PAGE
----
Bayou, Sound, Bay – What’s The Difference
Here in south eastern Louisiana, we have a lot of bayous. As a matter of fact, the Atchafalaya Basin, which is a combination of wetlands and river delta areas where the Atchafalaya River and the Gulf of Mexico converge, is the nation’s largest river swamp. Often, we also hear the term Mississippi sound used which runs east-west along the southern coasts of Mississippi and Alabama, from Waveland, Mississippi. Have you ever wondered what are the differences between a bayou, bay and sound? We took a closer look to figure out what distinguishes these bodies of water from each other. Here is what we found out:
A bayou is defined as a relatively small, sluggish waterway through lowlands or swamps. It generally has a slow, almost imperceptible current flow. Bayous are sometimes also defined as slow moving streams crisscrossing Louisiana. They are marshy outlets of a lake or a river. The word Bayou was first used by the English in Louisiana, according to some experts, and is thought to originate from the Choctaw word “bayuk”, which means “small stream.” The first settlements of Bayou Teche, and other bayous, were by the Cajuns, and that is why bayous are associated with Cajun culture. Here in New Orleans for example, Bayou St. John flows into Lake Pontchartrain.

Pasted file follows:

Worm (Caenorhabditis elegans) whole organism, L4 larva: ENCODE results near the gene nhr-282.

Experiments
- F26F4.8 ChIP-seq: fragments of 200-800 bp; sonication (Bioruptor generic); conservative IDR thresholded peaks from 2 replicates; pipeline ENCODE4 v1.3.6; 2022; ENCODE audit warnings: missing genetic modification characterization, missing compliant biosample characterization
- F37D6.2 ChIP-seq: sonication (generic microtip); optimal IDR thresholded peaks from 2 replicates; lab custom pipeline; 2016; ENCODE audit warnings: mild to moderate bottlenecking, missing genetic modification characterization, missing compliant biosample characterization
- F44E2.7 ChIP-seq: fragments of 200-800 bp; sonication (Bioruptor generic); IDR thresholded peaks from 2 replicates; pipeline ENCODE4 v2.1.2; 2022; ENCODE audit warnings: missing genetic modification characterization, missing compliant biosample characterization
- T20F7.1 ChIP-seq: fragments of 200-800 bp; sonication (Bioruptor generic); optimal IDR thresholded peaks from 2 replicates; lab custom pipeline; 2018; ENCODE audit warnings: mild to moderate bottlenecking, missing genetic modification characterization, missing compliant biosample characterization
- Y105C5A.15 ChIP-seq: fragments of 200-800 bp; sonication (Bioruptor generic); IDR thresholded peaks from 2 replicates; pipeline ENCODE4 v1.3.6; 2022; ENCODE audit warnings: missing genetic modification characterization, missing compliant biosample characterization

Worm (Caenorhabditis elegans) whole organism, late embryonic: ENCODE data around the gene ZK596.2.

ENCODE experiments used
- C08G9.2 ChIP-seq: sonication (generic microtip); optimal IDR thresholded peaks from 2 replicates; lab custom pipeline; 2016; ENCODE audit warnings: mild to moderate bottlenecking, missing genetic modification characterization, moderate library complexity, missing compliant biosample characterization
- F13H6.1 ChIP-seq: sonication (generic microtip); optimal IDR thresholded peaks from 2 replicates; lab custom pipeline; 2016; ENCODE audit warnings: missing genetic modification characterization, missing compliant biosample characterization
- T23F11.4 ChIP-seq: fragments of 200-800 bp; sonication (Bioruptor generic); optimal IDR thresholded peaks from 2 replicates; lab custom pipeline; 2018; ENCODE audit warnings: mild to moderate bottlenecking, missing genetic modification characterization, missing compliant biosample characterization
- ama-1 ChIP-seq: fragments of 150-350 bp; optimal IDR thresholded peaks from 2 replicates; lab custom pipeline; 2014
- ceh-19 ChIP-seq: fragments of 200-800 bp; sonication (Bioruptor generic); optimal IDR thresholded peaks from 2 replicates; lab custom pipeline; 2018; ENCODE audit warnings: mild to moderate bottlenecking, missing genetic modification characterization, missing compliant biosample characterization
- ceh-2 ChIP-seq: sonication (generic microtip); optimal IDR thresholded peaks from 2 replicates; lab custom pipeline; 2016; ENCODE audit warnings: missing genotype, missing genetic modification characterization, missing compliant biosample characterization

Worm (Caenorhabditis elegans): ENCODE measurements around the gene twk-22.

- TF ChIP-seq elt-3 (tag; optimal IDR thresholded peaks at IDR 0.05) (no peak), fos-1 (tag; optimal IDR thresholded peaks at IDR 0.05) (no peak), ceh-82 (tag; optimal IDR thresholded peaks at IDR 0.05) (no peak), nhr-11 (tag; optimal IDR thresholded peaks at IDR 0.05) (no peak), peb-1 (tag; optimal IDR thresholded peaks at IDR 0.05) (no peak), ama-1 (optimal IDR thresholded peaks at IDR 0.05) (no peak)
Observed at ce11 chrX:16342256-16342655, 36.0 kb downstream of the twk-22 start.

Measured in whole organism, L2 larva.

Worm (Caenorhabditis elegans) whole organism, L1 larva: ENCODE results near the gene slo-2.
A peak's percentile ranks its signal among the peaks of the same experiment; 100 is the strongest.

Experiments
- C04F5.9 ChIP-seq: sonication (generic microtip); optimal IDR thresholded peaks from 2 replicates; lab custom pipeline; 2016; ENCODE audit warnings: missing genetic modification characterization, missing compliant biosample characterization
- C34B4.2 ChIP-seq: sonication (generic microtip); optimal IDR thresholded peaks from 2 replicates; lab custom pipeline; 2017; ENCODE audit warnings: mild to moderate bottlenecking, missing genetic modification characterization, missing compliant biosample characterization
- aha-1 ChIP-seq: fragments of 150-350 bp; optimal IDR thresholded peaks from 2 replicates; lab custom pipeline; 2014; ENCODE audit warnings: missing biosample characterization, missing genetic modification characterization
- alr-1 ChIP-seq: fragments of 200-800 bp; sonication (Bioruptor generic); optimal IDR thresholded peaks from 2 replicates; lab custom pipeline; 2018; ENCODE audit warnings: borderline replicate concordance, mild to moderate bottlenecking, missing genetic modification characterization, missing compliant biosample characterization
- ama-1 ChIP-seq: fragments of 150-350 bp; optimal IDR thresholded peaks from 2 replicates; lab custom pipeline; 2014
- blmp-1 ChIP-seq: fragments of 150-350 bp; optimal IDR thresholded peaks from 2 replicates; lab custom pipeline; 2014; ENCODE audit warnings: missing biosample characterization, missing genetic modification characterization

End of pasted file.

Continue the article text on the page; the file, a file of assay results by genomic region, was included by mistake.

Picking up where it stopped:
In geography, a sound is a large sea or ocean inlet. A sound has fresh water (from rivers) and salt water (from oceans or seas) and is large bodies of water. A sound has a a series of inlets. Sounds are usually larger than bays.
A bay is a body of water that is partially surrounded by land. A bay directly connects to a larger main body of water, such as an ocean, a lake, or another bay. A very large bay is usually called a gulf. Bays are formed through coastal erosion by rivers and glaciers. A bay formed by a glacier is also known as a fjord.